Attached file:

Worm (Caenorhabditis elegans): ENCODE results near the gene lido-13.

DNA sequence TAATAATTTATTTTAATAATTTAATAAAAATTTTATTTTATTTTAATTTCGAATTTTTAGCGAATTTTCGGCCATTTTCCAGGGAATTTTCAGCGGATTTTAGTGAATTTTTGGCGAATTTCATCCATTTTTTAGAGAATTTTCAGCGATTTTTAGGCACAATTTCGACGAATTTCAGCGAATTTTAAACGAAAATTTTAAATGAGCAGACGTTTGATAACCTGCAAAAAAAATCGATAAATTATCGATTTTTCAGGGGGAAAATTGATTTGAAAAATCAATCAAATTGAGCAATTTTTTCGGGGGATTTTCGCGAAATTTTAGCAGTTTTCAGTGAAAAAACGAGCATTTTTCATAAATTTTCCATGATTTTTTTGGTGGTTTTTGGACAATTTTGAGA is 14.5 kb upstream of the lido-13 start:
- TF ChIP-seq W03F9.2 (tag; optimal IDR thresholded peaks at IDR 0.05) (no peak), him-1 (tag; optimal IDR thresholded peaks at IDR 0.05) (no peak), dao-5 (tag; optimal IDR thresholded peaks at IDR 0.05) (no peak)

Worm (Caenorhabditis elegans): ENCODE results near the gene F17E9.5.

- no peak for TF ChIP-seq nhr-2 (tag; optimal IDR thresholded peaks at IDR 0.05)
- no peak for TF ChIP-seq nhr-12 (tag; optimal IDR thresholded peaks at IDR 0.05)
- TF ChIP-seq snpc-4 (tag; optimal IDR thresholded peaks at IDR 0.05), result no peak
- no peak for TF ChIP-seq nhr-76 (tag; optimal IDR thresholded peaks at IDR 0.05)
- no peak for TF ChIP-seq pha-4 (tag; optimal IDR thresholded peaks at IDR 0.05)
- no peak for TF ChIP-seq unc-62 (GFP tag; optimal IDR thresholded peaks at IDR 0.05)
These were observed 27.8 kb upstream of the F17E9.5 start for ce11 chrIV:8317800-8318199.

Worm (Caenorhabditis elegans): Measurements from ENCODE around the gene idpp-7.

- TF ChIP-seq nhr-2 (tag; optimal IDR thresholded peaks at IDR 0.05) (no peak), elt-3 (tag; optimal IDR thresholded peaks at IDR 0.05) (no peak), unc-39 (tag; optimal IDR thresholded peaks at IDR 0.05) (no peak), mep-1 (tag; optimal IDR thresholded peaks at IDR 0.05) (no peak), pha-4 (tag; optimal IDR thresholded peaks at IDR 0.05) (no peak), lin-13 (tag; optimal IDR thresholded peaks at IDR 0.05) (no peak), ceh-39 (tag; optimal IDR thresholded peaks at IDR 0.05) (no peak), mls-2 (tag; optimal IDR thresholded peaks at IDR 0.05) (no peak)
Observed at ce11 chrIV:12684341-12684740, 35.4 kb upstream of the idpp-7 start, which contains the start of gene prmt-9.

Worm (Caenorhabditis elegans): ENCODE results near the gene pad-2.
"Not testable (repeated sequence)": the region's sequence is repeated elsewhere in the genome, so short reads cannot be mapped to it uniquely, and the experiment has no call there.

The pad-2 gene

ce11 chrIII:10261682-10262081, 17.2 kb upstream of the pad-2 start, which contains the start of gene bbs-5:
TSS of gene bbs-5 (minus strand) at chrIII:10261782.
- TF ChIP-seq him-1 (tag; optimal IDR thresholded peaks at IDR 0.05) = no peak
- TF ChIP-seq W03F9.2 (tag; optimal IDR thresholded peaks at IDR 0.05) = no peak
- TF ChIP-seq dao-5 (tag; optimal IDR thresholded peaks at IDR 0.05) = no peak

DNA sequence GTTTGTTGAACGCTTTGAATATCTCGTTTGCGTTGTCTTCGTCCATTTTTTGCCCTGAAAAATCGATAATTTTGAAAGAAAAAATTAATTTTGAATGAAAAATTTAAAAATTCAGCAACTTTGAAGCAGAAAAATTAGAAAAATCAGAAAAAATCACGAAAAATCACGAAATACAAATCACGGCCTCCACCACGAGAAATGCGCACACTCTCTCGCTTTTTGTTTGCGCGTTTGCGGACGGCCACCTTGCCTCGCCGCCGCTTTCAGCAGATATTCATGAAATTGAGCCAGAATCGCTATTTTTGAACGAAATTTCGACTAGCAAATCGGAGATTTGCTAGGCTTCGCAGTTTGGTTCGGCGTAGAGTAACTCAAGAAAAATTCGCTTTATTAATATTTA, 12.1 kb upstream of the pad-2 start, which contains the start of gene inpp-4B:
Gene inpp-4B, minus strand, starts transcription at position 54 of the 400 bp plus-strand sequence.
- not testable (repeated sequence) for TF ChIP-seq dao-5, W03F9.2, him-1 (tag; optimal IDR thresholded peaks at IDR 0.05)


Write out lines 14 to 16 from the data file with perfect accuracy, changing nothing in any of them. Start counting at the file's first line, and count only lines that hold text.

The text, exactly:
Observed at ce11 chrIV:12684341-12684740, 35.4 kb upstream of the idpp-7 start, which contains the start of gene prmt-9.

Worm (Caenorhabditis elegans): ENCODE results near the gene pad-2.
"Not testable (repeated sequence)": the region's sequence is repeated elsewhere in the genome, so short reads cannot be mapped to it uniquely, and the experiment has no call there.